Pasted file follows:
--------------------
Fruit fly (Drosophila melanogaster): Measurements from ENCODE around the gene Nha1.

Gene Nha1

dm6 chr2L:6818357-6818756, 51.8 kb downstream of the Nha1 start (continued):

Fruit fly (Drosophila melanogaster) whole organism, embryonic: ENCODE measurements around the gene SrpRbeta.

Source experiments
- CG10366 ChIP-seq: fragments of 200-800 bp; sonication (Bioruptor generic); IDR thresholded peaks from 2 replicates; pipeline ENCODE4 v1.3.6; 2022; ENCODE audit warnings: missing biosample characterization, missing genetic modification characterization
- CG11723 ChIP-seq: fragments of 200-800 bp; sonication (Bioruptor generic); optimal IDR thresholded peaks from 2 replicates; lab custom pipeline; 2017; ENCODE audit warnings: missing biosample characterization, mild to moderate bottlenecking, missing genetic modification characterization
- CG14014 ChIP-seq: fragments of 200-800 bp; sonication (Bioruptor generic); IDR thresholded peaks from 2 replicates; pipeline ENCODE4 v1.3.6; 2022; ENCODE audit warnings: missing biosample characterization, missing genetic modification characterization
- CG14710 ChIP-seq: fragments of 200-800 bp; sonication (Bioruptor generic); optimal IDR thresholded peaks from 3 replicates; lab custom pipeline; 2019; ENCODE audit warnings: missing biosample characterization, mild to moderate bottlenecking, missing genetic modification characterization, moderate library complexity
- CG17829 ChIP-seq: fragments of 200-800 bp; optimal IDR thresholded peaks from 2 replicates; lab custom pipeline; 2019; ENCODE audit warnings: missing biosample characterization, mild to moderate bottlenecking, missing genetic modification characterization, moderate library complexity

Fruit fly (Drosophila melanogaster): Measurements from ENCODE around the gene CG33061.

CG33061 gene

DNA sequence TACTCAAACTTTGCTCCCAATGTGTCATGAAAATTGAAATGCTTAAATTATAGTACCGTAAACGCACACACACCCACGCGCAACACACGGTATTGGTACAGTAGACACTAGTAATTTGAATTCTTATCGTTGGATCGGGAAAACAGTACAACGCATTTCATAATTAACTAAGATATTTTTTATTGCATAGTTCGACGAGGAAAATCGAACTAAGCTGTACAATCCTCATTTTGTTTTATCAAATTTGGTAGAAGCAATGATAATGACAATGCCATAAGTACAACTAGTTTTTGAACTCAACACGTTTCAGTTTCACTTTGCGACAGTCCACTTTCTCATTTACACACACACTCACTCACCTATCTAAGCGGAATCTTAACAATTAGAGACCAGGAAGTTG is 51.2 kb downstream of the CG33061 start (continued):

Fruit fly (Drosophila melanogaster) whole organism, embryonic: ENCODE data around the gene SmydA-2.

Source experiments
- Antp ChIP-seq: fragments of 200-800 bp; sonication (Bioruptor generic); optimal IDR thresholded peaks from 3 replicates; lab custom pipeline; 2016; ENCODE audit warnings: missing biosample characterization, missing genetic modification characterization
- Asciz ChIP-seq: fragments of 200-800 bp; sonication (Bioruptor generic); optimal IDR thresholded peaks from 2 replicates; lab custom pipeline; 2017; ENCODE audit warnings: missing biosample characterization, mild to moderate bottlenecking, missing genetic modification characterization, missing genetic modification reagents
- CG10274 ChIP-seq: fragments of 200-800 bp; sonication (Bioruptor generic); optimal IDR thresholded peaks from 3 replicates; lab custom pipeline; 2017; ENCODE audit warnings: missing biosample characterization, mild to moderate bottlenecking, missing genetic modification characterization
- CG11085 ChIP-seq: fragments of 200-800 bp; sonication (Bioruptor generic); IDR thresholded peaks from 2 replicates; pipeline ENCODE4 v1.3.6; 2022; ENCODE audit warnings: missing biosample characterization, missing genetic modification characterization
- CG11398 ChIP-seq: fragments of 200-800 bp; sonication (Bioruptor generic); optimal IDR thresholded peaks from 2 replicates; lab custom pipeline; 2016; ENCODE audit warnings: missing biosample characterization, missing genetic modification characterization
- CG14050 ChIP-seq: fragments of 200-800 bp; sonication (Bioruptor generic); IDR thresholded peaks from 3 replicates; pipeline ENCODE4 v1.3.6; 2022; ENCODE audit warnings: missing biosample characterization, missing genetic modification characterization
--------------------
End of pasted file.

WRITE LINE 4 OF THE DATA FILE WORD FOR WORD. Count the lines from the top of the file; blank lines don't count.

Fruit fly (Drosophila melanogaster) whole organism, embryonic: ENCODE measurements around the gene SrpRbeta.